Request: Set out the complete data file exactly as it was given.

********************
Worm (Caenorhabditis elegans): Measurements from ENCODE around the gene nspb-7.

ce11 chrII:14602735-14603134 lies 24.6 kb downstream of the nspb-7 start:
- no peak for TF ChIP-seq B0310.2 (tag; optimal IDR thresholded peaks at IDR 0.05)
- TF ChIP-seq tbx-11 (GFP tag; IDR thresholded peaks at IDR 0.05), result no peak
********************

Worm (Caenorhabditis elegans): Measurements from ENCODE around the gene nspb-7.

ce11 chrII:14602735-14603134 lies 24.6 kb downstream of the nspb-7 start:
- no peak for TF ChIP-seq B0310.2 (tag; optimal IDR thresholded peaks at IDR 0.05)
- TF ChIP-seq tbx-11 (GFP tag; IDR thresholded peaks at IDR 0.05), result no peak